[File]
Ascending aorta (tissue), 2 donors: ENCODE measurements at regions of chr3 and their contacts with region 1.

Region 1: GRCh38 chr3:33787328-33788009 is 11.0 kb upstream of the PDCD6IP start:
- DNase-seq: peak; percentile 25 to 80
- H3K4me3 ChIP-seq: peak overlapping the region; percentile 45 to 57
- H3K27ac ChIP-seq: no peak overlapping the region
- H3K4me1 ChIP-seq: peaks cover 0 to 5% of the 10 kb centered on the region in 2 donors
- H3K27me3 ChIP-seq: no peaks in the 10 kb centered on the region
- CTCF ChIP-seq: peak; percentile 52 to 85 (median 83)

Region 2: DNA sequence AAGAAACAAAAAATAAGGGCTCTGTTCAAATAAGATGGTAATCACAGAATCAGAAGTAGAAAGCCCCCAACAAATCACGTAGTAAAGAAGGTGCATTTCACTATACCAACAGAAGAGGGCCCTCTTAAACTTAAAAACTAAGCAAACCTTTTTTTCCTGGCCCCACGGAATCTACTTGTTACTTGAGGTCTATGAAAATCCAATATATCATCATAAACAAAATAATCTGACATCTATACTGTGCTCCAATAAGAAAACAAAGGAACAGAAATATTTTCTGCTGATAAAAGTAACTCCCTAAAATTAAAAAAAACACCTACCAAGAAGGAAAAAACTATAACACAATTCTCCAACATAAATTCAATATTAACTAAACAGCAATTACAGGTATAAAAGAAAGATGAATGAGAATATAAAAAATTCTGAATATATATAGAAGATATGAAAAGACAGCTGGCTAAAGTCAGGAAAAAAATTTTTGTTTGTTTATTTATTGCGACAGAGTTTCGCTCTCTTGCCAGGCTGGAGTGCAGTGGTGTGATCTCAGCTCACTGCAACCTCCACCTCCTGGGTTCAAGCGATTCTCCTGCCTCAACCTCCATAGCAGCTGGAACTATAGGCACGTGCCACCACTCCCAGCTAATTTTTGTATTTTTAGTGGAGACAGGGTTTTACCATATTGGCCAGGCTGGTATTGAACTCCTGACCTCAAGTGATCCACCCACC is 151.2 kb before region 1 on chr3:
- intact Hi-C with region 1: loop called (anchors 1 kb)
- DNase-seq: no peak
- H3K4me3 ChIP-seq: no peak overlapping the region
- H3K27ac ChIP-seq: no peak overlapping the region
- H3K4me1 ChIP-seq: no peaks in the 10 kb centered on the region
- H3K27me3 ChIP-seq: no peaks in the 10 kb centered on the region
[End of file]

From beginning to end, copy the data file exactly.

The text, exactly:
Ascending aorta (tissue), 2 donors: ENCODE measurements at regions of chr3 and their contacts with region 1.

Region 1: GRCh38 chr3:33787328-33788009 is 11.0 kb upstream of the PDCD6IP start:
- DNase-seq: peak; percentile 25 to 80
- H3K4me3 ChIP-seq: peak overlapping the region; percentile 45 to 57
- H3K27ac ChIP-seq: no peak overlapping the region
- H3K4me1 ChIP-seq: peaks cover 0 to 5% of the 10 kb centered on the region in 2 donors
- H3K27me3 ChIP-seq: no peaks in the 10 kb centered on the region
- CTCF ChIP-seq: peak; percentile 52 to 85 (median 83)

Region 2: DNA sequence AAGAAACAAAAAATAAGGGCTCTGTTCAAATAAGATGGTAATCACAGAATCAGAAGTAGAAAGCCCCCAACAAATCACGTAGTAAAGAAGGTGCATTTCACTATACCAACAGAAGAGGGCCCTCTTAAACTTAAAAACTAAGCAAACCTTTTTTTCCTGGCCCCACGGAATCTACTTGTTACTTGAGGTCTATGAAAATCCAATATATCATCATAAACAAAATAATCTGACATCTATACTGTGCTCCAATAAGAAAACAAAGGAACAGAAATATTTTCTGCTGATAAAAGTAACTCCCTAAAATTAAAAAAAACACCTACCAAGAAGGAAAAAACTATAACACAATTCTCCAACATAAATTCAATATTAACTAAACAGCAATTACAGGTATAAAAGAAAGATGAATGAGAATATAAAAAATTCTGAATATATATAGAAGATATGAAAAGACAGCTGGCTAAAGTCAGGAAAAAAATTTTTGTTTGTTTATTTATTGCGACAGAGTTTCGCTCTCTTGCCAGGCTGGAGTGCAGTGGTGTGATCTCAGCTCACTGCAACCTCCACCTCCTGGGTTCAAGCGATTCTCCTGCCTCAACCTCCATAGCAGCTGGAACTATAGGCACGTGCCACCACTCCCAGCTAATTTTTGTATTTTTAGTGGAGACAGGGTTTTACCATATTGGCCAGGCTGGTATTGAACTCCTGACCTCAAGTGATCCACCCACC is 151.2 kb before region 1 on chr3:
- intact Hi-C with region 1: loop called (anchors 1 kb)
- DNase-seq: no peak
- H3K4me3 ChIP-seq: no peak overlapping the region
- H3K27ac ChIP-seq: no peak overlapping the region
- H3K4me1 ChIP-seq: no peaks in the 10 kb centered on the region
- H3K27me3 ChIP-seq: no peaks in the 10 kb centered on the region